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Wind turbines are affecting people  

Credit:  Meaford Express | by Chris Fell | 22 February 2013 | www.simcoe.com ~~

Grey Bruce Medical Officer of Health Dr. Hazel Lynn has reviewed the available literature and concluded that industrial wind turbines are affecting people.

Dr. Lynn presented her long-anticipated review of available literature about wind turbines and how they affect people at the Board of Health’s regular meeting in Owen Sound on Friday (February 22) morning.

A huge crowd was on hand for the meeting. Dr. Lynn and her chief researcher Dr. Ian Arra presented a comprehensive report that intensely studied the available data about industrial wind turbines and their relationship with people.

Their review of the literature concluded that every single report about industrial turbines concludes that none of the available studies found that there are no effects from turbines on human beings.

The report is a significant step towards showing that close proximity to wind turbines can lead to adverse health effects – as hundreds of turbine neighbours have been saying for years. Dr. Lynn said she received a request from the Ministry of Health for a copy of the report, based on media reports of its contents, even before it had been presented publicly. Their research on the matter included looking at 18 peer-reviewed studies on the subject.

“All the studies show there is distress,” Dr. Arra, said in his presentation. Dr. Arra helped Dr. Lynn research the matter. He is a medical doctor with a master’s degree in clinical epidemiology. “Not one, didn’t find an affect of distress (on people). All of these studies found there is an association,” Dr. Arra explained.

Dr. Lynn and Dr. Arra’s conclusions stopped short of saying the wind turbines cause negative health issues for people. They both said most of the available information is ascertained from lower level reports and studies. They said conclusive proof that turbines are the cause of the human distress associated with turbines could take years and more intense clinical studies.

“If you want to prove something you have to go through a very complex and tricky business. It might take five or 10 years. It’s a complex matter,” Dr. Lynn explained. In earlier media reports Dr. Lynn noted that it took medical experts decades to prove that smoking was a cause of heart disease – even though it was a well known fact much earlier.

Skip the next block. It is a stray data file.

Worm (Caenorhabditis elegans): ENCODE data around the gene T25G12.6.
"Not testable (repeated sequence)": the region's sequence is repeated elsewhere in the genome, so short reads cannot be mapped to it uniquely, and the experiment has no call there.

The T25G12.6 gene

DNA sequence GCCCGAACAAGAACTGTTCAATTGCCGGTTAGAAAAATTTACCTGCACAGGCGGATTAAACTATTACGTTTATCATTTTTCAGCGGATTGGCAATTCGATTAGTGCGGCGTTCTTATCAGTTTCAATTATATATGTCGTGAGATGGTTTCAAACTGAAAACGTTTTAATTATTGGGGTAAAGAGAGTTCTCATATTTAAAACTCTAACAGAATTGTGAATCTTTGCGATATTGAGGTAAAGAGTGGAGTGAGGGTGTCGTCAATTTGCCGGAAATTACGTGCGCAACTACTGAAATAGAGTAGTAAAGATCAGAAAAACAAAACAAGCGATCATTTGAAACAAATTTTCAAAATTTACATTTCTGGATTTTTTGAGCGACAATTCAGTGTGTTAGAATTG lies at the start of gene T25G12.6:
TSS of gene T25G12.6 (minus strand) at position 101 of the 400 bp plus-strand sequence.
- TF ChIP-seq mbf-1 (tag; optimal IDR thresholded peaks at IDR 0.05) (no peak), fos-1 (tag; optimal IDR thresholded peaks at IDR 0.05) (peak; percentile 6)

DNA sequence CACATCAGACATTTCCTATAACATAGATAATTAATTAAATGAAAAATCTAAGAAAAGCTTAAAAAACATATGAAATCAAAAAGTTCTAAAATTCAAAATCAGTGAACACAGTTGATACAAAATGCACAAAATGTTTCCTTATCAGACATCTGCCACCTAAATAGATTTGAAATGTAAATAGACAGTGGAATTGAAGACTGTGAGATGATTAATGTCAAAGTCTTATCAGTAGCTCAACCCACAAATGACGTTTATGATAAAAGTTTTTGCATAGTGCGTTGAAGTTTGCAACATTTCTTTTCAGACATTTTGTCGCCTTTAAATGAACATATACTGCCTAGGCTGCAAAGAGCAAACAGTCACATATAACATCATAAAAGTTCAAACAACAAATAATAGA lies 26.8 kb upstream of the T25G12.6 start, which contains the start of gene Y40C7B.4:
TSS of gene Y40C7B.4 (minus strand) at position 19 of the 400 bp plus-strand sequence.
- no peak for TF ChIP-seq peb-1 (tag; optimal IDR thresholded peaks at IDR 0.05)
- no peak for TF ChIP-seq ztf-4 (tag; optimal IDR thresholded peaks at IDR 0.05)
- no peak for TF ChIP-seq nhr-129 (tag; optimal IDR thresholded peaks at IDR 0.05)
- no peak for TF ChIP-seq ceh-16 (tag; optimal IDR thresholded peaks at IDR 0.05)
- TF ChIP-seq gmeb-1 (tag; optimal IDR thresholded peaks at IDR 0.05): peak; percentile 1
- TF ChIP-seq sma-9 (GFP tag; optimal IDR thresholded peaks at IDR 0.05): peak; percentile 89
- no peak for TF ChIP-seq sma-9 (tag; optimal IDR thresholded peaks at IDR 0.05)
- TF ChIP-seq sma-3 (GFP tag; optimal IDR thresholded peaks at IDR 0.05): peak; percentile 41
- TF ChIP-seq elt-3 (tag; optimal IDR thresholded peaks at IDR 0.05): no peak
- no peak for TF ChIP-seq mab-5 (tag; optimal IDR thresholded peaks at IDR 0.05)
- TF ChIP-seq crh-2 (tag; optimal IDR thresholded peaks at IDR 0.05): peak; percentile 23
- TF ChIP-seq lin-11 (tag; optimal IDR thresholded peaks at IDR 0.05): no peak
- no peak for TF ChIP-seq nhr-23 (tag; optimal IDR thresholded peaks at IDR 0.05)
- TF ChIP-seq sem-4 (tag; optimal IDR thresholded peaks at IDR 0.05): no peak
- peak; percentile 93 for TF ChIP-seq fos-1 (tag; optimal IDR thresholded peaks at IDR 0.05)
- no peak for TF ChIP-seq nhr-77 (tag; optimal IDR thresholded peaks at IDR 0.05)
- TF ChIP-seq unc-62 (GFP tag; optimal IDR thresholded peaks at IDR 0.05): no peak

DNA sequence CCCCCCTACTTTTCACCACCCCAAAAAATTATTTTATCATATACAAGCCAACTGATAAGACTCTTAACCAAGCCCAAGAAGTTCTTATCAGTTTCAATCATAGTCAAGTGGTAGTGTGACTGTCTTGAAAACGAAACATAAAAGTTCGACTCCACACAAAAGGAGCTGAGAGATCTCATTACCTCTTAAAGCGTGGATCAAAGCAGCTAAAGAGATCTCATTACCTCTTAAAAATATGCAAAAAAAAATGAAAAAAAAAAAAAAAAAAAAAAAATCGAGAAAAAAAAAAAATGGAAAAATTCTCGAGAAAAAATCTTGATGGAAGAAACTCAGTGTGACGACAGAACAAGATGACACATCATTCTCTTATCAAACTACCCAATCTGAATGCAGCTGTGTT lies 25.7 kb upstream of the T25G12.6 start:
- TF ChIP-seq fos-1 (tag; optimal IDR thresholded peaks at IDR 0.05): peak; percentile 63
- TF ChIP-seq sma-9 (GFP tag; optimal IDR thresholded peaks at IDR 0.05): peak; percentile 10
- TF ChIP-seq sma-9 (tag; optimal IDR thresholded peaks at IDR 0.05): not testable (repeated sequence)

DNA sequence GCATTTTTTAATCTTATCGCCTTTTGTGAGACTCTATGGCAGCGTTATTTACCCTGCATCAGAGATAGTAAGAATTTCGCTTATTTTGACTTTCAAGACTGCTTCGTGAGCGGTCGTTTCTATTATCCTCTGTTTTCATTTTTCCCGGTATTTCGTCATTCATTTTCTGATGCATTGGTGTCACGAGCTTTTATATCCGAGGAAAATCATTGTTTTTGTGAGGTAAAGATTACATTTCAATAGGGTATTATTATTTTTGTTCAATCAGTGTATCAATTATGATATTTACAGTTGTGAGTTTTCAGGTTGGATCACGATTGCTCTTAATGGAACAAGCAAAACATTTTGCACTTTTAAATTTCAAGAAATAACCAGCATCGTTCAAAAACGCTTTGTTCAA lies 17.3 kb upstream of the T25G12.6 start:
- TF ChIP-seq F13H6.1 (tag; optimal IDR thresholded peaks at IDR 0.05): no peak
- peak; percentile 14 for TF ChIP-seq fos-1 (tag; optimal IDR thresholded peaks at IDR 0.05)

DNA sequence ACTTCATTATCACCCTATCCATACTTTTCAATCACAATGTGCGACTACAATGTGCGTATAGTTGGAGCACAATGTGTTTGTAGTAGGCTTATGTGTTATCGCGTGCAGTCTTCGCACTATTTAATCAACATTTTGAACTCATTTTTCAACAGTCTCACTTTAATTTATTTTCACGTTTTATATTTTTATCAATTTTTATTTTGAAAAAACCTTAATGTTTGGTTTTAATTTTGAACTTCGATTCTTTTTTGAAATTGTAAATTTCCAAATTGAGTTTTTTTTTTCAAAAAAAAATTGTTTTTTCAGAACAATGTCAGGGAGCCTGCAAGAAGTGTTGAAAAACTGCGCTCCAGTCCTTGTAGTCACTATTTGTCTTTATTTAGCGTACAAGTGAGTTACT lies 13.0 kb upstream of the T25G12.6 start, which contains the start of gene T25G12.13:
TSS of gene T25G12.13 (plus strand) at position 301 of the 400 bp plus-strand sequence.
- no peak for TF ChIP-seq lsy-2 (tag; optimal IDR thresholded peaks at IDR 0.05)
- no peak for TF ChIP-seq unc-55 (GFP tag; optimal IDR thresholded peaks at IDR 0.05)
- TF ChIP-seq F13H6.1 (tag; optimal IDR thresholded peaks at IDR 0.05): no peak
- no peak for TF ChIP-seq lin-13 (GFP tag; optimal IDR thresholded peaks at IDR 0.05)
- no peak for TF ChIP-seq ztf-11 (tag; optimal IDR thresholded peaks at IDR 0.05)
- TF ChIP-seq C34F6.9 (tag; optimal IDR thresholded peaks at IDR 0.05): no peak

The report suggested possible solutions to the problem including: keeping turbines away from residential areas, designing turbines that emit less noise and doing more research about ambient noise in an area before turbines are constructed.

“We do know if you move people away from wind turbines – especially the big ones, there is less distress,” Dr. Lynn said, and she said Australia is currently looking at a minimum setback from turbines of 10 km. Ontario currently allows turbines with 550 metres of residential areas.

The report from Dr. Lynn was little comfort to the many people in the audience living near turbines.

“Stop using us a guinea pigs,” one person shouted during the presentation.

“They’re making us ill, do something about them,” was another comment from the large gallery.

Grey Highlands resident Lorrie Gillis expressed some disappointment with the report.

“It’s more expert vs. expert. We’re missing the human element,” she said. “I already know that the people who are sick are telling the truth. They’re leaving their homes because it’s the only way to get healthier,” said Gillis.

Dr. Lynn said she feels a lot of empathy for the people living near turbines.

“I work for Grey Bruce. I live amongst the people that are distressed. I can certainly feel for some of their distress. They want more action. I get requests daily to stop these turbines,” she said, explaining that if she issued an order to stop turbine construction based on unproven medical data that it would never survive the appeal mechanism in place.

Source:  Meaford Express | by Chris Fell | 22 February 2013 | www.simcoe.com

This article is the work of the source indicated. Any opinions expressed in it are not necessarily those of National Wind Watch.

The copyright of this article resides with the author or publisher indicated. As part of its noncommercial effort to present the environmental, social, scientific, and economic issues of large-scale wind power development to a global audience seeking such information, National Wind Watch endeavors to observe “fair use” as provided for in section 107 of U.S. Copyright Law and similar “fair dealing” provisions of the copyright laws of other nations. Send requests to excerpt, general inquiries, and comments via e-mail.

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